ORLANDO, Fla. -- IT executives at SNW Spring 2010 called for more virtualization, commoditization and utility pricing...
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of storage, although not necessarily through a cloud model.
During a panel session Tuesday, AllState Insurance Company vice president of technology solutions Anthony Abbattista, A&E Television Networks CIO Martin Gomberg and Kroll CIO Jeff Kubacki kicked around their ideas for what storage networks should look like in the data center of today and the future.
"For me, the technology with most promise is the virtualization of storage," A&E's Gomberg said. "We store very big things. As a television company, our digital asset management storage is already in the 45 PB range. And these are video files, so deduplication doesn't help us. It's all about how we can reduce the cost and expand [capacity]."
Gomberg said he considers virtualization and data center consolidation "two parts of the same problem. The big problem in [the television] industry is IP convergence. That which was stored on video tape is not digitally stored, and that which was delivered via broadcast is now delivered via Internet pipes, so we have all of this convergence going on, and IT and broadcast are becoming one technology. The only way we'll be able to manage it is with the marriage of those two kinds of technologies."
Kroll's Kubacki pointed to a data migration project using Hitachi Data Systems' USP-V arrays that his firm will soon undertake as an example of how virtualization can help.
"We finished our file server virtualization, now it's time to do storage virtualization," he said. "We just bought a product that's going to allow us to move terabytes of data from my drives now that are fully depreciated and ready to send back. It will cut our time in half to migrate from the old stuff to the new. I can get it done in a couple of months instead of almost a year. So speed is one thing, and sitting behind that appliance I can put EMC or Hitachi or anybody's storage."
AllState's Abbattista envisions a storage network of commoditized interchangeable parts. "I like to think of it as a services-oriented architecture," he said. "There are movable chunks and you can buy a whole bunch of this or a whole bunch of that and have the integration layer to do that. If you want to move a tier of storage around, it would be more of a plug-and-play concept. I think there's going to be a lot more of commodity-based buying. And the work will be around the integration of components."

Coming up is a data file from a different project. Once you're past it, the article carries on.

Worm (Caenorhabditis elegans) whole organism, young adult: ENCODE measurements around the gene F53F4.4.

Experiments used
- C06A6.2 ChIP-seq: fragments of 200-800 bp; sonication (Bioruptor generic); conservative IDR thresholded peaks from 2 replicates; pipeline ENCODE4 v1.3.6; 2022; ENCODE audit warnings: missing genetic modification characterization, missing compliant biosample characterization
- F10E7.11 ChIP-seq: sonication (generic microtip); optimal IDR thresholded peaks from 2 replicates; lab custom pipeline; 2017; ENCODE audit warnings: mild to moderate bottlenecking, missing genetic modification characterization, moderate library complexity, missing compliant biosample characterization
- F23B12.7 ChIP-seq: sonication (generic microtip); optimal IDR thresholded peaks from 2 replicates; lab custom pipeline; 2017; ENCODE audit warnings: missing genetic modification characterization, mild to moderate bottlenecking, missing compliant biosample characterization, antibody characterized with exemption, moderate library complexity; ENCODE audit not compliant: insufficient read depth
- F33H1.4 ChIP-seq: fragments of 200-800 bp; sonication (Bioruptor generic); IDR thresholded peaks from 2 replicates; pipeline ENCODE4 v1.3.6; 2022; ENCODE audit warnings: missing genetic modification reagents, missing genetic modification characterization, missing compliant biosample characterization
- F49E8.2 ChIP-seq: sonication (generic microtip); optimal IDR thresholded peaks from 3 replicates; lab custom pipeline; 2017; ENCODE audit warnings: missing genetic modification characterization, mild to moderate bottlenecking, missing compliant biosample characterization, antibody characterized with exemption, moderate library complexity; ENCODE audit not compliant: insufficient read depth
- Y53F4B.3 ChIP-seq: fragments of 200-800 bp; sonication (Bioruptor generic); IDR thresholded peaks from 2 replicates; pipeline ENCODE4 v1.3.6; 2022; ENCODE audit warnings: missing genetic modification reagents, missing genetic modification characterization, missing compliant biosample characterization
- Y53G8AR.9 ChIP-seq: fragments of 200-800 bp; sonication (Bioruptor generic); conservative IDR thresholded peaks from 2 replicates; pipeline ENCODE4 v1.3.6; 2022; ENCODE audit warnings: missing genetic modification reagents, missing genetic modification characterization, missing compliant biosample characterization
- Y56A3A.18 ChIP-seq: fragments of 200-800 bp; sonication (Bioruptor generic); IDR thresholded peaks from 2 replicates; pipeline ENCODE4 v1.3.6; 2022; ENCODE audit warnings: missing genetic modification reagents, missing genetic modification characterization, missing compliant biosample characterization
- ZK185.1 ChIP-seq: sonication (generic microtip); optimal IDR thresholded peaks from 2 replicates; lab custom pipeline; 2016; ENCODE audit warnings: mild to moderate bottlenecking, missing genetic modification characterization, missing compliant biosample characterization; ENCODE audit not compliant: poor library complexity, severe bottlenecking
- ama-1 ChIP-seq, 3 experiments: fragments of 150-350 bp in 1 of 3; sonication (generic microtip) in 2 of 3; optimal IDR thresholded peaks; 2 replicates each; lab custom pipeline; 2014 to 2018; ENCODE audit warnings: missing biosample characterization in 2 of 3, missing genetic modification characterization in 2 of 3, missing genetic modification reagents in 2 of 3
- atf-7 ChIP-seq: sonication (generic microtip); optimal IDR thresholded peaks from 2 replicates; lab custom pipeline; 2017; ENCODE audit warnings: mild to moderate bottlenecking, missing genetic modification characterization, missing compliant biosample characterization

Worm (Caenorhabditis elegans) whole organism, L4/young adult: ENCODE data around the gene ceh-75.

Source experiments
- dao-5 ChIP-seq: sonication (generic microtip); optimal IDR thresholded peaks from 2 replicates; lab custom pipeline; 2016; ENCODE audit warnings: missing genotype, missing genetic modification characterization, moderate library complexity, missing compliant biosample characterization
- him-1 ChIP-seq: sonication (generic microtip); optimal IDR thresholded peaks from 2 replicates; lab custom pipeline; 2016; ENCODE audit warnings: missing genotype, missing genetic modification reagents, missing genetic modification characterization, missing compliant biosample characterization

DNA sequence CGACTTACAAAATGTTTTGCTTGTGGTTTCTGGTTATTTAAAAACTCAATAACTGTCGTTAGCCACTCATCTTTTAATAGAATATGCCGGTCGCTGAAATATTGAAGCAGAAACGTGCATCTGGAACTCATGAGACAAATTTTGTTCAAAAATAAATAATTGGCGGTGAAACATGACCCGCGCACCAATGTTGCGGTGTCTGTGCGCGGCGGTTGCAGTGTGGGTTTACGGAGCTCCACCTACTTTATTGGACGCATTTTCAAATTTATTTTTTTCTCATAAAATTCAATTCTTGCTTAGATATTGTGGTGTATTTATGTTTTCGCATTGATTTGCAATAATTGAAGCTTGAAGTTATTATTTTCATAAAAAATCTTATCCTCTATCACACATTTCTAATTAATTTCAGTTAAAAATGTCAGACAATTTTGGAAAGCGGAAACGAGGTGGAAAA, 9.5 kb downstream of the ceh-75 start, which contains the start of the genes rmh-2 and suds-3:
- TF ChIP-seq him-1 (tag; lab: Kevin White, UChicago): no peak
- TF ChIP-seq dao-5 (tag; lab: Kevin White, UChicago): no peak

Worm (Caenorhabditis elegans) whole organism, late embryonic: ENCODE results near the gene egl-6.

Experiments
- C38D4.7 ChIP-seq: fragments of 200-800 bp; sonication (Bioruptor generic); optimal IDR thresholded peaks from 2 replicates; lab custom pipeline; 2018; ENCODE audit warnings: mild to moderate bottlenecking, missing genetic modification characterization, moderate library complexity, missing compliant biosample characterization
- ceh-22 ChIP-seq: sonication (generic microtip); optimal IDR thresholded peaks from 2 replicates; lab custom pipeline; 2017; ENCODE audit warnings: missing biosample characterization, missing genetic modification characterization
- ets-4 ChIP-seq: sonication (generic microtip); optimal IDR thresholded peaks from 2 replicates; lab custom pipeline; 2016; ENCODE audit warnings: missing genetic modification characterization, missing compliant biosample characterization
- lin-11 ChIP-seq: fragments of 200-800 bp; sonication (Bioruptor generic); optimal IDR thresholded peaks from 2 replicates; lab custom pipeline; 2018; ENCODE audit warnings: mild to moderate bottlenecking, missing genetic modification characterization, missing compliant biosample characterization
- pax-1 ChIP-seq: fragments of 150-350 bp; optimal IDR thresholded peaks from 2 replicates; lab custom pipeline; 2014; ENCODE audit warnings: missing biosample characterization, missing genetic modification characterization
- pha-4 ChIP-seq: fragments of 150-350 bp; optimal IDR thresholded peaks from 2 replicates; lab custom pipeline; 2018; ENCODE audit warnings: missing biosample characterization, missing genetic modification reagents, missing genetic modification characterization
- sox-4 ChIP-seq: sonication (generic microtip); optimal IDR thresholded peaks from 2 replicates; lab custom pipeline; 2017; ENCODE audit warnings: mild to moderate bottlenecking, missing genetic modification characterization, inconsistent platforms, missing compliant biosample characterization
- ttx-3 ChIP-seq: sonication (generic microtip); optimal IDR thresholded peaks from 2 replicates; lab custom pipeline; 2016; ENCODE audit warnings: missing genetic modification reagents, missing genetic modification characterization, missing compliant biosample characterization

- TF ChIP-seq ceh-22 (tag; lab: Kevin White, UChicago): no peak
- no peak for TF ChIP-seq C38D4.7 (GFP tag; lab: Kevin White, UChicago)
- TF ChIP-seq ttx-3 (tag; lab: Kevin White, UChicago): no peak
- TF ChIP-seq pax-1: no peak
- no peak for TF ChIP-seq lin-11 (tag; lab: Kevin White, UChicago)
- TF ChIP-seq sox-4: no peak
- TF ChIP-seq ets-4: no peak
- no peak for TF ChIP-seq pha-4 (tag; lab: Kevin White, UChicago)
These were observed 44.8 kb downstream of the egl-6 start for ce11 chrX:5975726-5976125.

A&E's Gomberg said he'd rather not deal with too many components. Following a merger with The History Channel last year, A&E relocated its data centers to a colocation facility, "largely because we're interested in getting rid of power and cooling issues," he said. "The data center of the future is an outsourced data center."
That would never work for risk consultancy firm Kroll, Kubacki said, because it handles too much sensitive customer data.
"My business needs are different," he said. "If you are putting trust in our business to do some kind of discovery for you, you're sending us your Exchange database, your documents, your audio files. And you are paranoid, as you should be, about security. I know we are paranoid about security. So today we like having control of our own data centers."
"I hate having so much fixed cost, so I need variable cost and I only want to pay for what I use for that month," he said. "I want it on my premise; I have a huge need for high compute. I probably want to standardize on one or two providers. I've done a lot of that simplification the past few years and will probably continue doing that. But I need a lot of storage, a lot of compute, and I only want to pay for it when I need it."
The three agreed that public cloud storage has limited benefits, although AllState's Abbattista said he's looking into it for deep archiving.
"We're investigating that," he said. "That's going to largely be a dollars and cents discussion because with the right sites and right architecture, you can archive your own site. So we'll make an economic decision around deep archive."
Kroll's Kubacki said of the cloud, "it's not in my short-term interest because I'm concerned about security. I'm not ready to give up control of my data."
A&E's Gomberg added: "We're not there yet in terms of cloud-based storage either. We've done a little bit with some of the websites that we're launching, but it's more of an experiment at this point."
They also agreed that it helps to be agile when dealing with storage vendors. AllState's Abbattista said his goal is to avoid lock-in, or what he calls "stickiness," with vendors.
"I'll look for vendors that aren't being too sticky," he said. "Are they adhering to standards? Are they playing with other vendors? The ability to plug and play, and adherence with standards is what we look at first. If they start giving us, 'You have to buy it all from us or it doesn't work,' that's a showstopper."
A&E's Gomberg said he avoids lock-in by limiting contracts to one year. "We make decisions quickly, and we change directions based on where technologies are going," he said. "We just finished a large VoIP implementation and that's changed a whole bunch of functional things in terms of vendor relationships that would've been constraining if we allowed our contracts to dictate how long we were locked in."
Kroll's Kubacki said he limits the number of vendors he deals with, but won't get down to only one. "I have a primary vendor and now a secondary vendor for servers and storage," he said. "I used to have one storage vendor, but now I have at least two and it's helped from a negotiating perspective."